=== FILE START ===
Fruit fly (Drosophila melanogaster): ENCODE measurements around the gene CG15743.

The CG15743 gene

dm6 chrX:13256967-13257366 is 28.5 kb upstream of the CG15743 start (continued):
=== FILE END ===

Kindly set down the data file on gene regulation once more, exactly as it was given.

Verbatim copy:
Fruit fly (Drosophila melanogaster): ENCODE measurements around the gene CG15743.

The CG15743 gene

dm6 chrX:13256967-13257366 is 28.5 kb upstream of the CG15743 start (continued):